Some people eat, sleep and chew gum, I do genealogy and write...

Monday, October 28, 2013

Is looking in online databases "real" research?

A commentator made the following observation and request for my comments:
I was recently told that doing my research, via, was not doing research or real genealogy/family history. If it weren't for what I find on, the documents, census' and other things, without the help of the trees which I use only for possible hidden/lost children, I wouldn't be able to do anything. I am home bound, cannot get away from the house for very long, therefore going to the FHC and off to SLC or other places is virtually impossible for me. 
I would be interested in your take on this. Am I just doing the "internet thing"? I also use Google and other sites but Ancestry is my main source of documentation. Please, do advise. Thank you
It appears to me that whoever made this statement to you has no idea what they are talking about. I have gotten some very valuable documents from and many other similar online sources. If I obtain a copy of the U.S. Census from,,,,, or some other website while I am sitting at my computer at home, why would that make them any less or more valuable than doing the exact same search on a computer in the Family History Library in Salt Lake City, Utah? The person that made that comment doesn't actually believe that we look at the paper documents when the copies are online? If they do, they must be woefully unfamiliar with how genealogy is done in the 21st Century.

When I first started to become involved in genealogy, I went to the Family History Library and was told to look at the U.S. Census records. At that time, they were all on microfilm and I soon determined that many of them were entirely unreadable. As a result, until the microfilms were digitized, I never really used the U.S. Census much.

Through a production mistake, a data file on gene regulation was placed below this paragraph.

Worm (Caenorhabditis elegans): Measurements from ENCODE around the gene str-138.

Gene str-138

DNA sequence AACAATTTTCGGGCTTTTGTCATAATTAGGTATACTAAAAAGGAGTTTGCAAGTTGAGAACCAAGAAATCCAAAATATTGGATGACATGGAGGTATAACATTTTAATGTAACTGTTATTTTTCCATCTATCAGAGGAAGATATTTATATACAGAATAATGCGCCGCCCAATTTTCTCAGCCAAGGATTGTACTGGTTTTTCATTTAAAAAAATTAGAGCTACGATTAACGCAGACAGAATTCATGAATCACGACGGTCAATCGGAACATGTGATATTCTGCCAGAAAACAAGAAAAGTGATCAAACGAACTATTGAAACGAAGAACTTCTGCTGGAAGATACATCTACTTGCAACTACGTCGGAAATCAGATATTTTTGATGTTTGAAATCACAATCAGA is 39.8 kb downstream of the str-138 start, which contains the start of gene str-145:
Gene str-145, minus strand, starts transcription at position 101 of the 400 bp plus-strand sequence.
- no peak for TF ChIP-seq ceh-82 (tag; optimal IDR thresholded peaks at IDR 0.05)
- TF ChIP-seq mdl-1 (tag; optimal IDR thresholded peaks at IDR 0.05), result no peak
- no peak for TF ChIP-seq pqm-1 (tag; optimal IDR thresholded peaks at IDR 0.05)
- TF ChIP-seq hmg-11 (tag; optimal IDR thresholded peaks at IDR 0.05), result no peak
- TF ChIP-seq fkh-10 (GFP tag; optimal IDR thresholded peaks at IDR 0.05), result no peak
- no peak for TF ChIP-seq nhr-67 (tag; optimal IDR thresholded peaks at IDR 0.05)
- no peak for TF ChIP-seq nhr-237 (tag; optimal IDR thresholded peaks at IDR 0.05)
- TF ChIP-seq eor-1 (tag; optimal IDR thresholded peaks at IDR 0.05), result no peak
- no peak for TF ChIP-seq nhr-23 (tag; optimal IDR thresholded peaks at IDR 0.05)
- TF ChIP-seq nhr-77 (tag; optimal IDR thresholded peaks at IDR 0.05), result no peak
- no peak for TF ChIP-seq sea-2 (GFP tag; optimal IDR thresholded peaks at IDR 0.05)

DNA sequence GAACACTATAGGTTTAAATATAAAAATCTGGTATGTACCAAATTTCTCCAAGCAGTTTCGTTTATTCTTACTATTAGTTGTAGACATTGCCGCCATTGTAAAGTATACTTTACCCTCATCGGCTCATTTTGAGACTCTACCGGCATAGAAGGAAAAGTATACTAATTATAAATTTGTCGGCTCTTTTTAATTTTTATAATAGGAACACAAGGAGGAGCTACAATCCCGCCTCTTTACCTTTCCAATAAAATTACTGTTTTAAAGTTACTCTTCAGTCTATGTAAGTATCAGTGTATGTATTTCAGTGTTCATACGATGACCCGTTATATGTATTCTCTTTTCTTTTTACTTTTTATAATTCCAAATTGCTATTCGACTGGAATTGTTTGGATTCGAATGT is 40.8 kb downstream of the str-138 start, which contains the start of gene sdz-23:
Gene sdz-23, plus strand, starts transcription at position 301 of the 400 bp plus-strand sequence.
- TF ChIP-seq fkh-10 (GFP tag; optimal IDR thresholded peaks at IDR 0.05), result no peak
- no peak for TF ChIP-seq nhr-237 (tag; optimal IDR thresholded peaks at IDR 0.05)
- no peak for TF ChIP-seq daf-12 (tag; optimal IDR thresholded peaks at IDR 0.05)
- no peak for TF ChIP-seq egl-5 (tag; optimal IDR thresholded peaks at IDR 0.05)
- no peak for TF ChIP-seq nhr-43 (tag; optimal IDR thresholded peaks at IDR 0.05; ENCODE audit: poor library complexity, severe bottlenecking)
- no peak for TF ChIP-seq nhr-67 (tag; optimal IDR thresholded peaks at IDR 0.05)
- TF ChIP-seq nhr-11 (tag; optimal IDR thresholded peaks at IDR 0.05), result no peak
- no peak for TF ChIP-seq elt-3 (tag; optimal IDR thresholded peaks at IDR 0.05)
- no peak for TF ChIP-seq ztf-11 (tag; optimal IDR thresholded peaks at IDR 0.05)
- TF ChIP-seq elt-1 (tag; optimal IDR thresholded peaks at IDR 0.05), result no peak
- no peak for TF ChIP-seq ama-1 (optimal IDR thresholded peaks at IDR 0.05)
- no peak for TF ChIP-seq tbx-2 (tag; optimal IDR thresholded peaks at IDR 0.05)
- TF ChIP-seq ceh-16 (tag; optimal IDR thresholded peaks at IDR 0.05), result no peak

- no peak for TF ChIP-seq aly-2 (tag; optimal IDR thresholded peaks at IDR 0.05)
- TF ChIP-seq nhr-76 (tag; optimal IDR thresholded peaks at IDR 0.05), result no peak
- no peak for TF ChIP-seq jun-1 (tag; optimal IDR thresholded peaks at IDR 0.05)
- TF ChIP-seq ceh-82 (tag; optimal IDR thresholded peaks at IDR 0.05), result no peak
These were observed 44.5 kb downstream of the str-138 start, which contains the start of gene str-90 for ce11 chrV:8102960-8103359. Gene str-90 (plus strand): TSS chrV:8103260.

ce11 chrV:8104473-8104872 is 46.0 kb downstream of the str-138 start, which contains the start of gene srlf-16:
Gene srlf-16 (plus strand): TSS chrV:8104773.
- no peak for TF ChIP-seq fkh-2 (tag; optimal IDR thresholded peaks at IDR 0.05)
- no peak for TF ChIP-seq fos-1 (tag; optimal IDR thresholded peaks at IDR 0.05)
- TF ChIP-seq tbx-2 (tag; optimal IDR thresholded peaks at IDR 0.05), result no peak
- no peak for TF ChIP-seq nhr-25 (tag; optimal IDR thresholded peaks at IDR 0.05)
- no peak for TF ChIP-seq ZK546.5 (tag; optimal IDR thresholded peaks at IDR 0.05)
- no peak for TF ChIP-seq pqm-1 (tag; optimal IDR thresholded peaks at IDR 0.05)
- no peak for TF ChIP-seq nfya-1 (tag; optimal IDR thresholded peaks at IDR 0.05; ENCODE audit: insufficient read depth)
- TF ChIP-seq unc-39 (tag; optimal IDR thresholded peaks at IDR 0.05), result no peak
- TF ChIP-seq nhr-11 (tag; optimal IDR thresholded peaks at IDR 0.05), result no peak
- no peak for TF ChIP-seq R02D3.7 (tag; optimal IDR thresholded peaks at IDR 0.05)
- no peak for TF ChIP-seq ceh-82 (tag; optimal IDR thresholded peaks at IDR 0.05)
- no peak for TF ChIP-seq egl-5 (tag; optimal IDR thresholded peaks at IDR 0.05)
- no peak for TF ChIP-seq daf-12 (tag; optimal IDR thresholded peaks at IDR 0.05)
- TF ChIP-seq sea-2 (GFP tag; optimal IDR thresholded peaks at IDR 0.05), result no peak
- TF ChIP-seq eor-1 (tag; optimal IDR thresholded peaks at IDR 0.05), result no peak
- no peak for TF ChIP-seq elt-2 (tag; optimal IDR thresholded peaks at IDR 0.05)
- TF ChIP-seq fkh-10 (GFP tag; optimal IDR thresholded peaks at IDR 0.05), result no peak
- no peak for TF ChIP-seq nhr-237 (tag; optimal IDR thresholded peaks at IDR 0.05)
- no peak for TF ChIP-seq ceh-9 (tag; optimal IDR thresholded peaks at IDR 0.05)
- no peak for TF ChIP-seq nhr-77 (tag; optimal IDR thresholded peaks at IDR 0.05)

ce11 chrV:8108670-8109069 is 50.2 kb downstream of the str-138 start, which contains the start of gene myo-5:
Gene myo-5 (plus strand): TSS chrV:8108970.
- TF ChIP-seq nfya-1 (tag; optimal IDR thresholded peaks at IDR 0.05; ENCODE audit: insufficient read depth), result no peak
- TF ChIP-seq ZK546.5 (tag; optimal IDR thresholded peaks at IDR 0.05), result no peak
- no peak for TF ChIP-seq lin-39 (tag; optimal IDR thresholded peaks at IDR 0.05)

The only thing I would recommend to the commentator is to broaden his or her online search efforts and use some of the many, many other fantastically valuable websites. I would suggest using the Research Wiki for a good place to find links to other valuable online records. I would also suggest that he or she may wish to give a copy of this post to the "friend" who gave the advice.

The simple answer to the question posed in the title to this post is yes, looking at digitized copies of original documents online is real research.


  1. I fully agree. I can't travel a lot either due to a handicap, so I'm glad with all the sources on the Internet. Now has posted all those batism, marriage and death books I can look at the real thing, as much as looking at a copy in an archive!

  2. Perhaps encourage the person who was such a naysayer to do the ground work for you (anything you need from a bricks & mortar research facility). This will have a win-win result (1) you can research online in peace and (2) that person will be doing something useful with their time rather than judging others.

  3. For this very reason, we have established A network of over 250 professional researchers who have access to over 600 of the archives and repositories throughout the world. As a result, we are bringing the world's archives to people who otherwise would never be able to access them. Plus, by having professional researchers do the searching, we are able to locate even the most difficult records.

  4. I agree completely. Why is the work of hundred of thousands of volunteers and organizations dedicated to digitizing and collecting the records of the world being dismissed? The digital age has brought all of us closer to together, and that includes me with those records in some distant archive that I'll never visit, but that I can access online. Yes, admittedly there are archives that are not digitized, and may never be, but thank goodness for those that have been, and the dedication of those that do this work.